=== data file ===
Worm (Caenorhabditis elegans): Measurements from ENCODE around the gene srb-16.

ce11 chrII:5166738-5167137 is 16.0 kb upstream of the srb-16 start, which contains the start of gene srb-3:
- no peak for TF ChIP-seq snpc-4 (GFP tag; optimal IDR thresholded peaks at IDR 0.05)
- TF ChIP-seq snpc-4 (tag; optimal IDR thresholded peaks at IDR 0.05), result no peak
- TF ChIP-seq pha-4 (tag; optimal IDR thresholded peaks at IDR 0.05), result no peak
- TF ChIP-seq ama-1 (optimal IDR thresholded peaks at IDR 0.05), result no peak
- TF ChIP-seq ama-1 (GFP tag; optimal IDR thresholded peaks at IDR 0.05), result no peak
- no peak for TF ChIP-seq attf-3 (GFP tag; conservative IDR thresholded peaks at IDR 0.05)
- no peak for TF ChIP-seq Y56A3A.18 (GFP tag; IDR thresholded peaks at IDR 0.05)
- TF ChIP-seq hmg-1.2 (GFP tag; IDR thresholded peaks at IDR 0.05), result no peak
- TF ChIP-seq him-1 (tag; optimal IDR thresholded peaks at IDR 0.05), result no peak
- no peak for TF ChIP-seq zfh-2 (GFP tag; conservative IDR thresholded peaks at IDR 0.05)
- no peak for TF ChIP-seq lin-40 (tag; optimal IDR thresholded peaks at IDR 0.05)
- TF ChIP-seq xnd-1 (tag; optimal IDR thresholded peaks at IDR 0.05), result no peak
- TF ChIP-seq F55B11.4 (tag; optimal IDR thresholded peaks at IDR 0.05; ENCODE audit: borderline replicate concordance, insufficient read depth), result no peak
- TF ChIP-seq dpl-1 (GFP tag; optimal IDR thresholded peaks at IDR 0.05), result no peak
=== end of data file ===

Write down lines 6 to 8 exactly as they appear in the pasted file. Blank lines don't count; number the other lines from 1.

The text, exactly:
- TF ChIP-seq ama-1 (optimal IDR thresholded peaks at IDR 0.05), result no peak
- TF ChIP-seq ama-1 (GFP tag; optimal IDR thresholded peaks at IDR 0.05), result no peak
- no peak for TF ChIP-seq attf-3 (GFP tag; conservative IDR thresholded peaks at IDR 0.05)